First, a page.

DigsMagazine.com make your stomach happy  .

what's for dinner?

take the poll





a home + living guide for the post-college, pre-parenthood, quasi-adult generation


editor's note 

o lounge 
o nourish 
o host

o send an ECARD

submit your ideas
support digs


got a food question? jump to the boards

copyright 1999-2003

can you 
do the couscous?
how to make real Moroccan couscous
by Yee-Fan Sun | 1 2 3

I always liked couscous. Light, tasty, and with a cute name to boot, couscous wasn't my absolute favorite carb in the world, but it was a-okay nonetheless. Plus, there was the fact that it took a scant five minutes to prepare. Couscous' no-fuss nature made it a fabulous alternative to pasta or rice, particularly on nights where I was too tired or lazy to slave over the stove

So when my boy and I went to Morocco on our honeymoon two years ago, I failed to understand why all the guidebooks pushed couscous as such an incredibly special treat. Sure, I could imagine that each Moroccan cook had a special family heirloom recipe for the stew, but the guidebooks' claim that couscous was a long labor of love seemed, well, an exaggeration. I mean, I'd read my couscous box, and I was hard-pressed to imagine how it was possible that couscous could require more than 5 minutes of prep time maybe seven tops, if you were really conscientious about the fluffing.

The traditional method of cooking couscous involves gently steaming the couscous over the stew with which it'll be served. As it turns out, steaming the grains, rather than boiling, makes all the difference. While the couscous I'd been dumping boiling water on in my kitchen had been pretty good, my first big plate of Moroccan couscous was a revelation. Lighter, fluffier, tender without being mushy, each tiny ball of couscous rolled separately over the tongue. I inhaled that first plate of real couscous -- and many more over the next three weeks of my travels. And when I came home, I promptly sought out a good Moroccan cookbook, and set out learning how to cook couscous the proper traditional way.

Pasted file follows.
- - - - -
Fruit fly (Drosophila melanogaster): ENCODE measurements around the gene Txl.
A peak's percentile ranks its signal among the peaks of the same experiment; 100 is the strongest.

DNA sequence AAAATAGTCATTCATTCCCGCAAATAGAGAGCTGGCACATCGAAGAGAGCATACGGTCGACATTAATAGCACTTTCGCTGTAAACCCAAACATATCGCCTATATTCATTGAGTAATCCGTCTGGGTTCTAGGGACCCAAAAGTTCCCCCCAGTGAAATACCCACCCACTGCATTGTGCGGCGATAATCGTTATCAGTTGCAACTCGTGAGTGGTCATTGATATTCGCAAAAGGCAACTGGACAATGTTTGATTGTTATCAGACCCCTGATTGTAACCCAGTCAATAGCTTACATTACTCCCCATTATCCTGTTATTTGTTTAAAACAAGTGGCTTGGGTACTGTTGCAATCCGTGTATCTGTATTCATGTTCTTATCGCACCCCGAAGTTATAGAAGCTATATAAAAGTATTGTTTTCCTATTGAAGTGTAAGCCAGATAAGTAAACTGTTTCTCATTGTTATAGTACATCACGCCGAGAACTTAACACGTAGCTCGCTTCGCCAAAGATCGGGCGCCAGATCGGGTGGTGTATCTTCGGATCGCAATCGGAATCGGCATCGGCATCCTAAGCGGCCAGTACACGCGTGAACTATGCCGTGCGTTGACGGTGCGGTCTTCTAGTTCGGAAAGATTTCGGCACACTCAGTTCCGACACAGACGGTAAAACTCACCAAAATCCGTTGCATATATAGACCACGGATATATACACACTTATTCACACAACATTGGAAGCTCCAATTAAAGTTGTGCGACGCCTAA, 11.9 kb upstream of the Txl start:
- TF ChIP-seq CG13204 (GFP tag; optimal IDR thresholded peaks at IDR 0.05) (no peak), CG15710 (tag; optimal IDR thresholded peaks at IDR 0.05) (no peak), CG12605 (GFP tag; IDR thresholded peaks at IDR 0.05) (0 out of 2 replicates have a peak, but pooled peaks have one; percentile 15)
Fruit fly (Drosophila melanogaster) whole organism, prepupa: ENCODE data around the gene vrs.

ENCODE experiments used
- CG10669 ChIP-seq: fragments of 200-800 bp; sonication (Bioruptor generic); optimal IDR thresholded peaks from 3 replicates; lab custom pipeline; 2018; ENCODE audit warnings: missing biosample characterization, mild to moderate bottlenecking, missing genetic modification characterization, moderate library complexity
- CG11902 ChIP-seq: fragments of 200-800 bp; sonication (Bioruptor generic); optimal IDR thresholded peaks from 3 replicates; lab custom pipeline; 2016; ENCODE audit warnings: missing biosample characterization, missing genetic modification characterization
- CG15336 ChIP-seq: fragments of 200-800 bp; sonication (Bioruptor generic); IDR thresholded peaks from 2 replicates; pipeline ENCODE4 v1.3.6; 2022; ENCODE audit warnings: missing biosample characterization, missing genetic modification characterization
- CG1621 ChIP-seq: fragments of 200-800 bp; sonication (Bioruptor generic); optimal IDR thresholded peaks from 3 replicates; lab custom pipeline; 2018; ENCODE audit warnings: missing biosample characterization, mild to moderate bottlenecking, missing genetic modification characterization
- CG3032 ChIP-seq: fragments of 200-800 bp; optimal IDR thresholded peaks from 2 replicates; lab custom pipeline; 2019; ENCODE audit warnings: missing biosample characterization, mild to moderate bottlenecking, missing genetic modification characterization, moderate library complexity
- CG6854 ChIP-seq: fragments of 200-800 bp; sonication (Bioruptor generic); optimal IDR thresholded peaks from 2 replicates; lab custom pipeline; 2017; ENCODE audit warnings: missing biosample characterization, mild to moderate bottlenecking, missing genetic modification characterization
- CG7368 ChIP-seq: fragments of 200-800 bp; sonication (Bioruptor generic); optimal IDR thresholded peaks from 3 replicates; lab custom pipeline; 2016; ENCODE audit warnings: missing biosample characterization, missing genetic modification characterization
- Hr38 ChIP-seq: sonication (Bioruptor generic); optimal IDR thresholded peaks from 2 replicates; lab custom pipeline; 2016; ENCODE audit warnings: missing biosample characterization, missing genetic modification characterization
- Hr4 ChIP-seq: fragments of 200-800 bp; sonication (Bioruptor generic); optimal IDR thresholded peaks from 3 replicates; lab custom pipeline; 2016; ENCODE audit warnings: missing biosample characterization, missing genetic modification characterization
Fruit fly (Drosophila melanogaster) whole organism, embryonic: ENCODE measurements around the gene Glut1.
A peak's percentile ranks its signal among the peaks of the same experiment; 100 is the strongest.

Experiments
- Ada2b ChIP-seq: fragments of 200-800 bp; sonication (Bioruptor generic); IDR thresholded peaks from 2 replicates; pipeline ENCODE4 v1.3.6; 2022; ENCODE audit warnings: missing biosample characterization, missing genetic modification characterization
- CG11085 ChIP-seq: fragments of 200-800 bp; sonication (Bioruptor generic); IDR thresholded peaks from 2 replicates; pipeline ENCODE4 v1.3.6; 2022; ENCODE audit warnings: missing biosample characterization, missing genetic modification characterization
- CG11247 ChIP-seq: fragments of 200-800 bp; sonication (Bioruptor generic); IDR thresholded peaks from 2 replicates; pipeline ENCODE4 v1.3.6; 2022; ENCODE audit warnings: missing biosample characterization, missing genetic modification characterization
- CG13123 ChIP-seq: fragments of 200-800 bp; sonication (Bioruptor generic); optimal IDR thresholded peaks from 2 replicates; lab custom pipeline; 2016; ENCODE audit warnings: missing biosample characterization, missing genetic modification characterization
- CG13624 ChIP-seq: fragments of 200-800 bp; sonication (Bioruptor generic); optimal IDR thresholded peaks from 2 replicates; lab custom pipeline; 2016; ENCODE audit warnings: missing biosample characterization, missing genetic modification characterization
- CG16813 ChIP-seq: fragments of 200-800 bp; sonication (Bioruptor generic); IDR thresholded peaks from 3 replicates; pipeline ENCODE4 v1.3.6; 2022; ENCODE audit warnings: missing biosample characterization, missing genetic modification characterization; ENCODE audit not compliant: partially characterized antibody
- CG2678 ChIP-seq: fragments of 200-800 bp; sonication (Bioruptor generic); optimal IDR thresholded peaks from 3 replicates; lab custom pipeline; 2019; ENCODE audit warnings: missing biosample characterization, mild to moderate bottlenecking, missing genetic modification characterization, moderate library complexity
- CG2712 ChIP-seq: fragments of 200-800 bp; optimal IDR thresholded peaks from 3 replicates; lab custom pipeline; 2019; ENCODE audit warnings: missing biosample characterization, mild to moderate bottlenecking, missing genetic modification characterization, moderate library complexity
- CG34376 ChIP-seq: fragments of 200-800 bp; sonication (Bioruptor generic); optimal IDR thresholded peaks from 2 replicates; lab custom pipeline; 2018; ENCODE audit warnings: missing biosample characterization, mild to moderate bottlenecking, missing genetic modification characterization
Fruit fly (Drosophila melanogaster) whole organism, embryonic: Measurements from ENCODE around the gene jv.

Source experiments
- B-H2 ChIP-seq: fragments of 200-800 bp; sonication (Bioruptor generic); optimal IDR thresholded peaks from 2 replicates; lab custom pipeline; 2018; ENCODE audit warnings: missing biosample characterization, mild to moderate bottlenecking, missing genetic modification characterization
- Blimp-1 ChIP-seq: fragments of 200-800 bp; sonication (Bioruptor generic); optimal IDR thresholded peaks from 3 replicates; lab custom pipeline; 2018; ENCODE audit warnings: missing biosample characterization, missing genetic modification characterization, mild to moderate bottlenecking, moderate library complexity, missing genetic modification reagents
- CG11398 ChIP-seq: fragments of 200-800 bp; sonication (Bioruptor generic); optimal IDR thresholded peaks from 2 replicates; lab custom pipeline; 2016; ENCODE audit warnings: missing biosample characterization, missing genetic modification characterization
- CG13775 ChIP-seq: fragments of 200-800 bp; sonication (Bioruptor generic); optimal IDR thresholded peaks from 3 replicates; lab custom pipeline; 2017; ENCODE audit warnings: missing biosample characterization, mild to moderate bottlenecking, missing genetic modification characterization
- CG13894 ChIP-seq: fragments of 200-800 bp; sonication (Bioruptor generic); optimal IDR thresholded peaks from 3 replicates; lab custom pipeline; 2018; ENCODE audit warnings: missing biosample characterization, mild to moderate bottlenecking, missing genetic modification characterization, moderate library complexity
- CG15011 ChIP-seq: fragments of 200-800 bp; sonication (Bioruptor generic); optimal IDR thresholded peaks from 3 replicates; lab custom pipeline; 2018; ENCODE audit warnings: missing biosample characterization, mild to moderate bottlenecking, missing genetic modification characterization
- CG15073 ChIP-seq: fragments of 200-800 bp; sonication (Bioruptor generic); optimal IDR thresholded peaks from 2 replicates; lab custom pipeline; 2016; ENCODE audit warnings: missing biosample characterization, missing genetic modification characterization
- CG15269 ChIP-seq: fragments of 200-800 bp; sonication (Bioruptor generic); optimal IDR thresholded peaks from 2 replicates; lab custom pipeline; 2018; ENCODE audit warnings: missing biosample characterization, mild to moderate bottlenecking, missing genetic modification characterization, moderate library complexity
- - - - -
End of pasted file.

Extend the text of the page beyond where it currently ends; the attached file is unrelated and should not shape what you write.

Maybe you think you've had couscous. But if you've been following the shortcut directions on the back of the box: trust me, you really haven't tasted couscous yet. On the next cool, gray weekend where you find yourself with a lazy Sunday afternoon in front of you, treat yourself to couscous done the long, slow, authentic way.

what is couscous?
Couscous are tiny little pellets of rolled grain, usually semolina. The word also refers to the complete dish, which in Morocco is served in a large plate with the steamed couscous grains piled in a soft pyramid, crowned by a wealth of richly spiced meats and veggies, and all of which is topped off by enough stew to moisten the grains.

Any couscous you normally prepare the 5 minute quickie way can also be prepared the time-consuming traditional method. I generally find it's cheaper to buy couscous from the bulk bins at the health food store than in those little boxes you get at the supermarket.

mosey along this way

---------------------------> lounge . nourish . host . laze . home.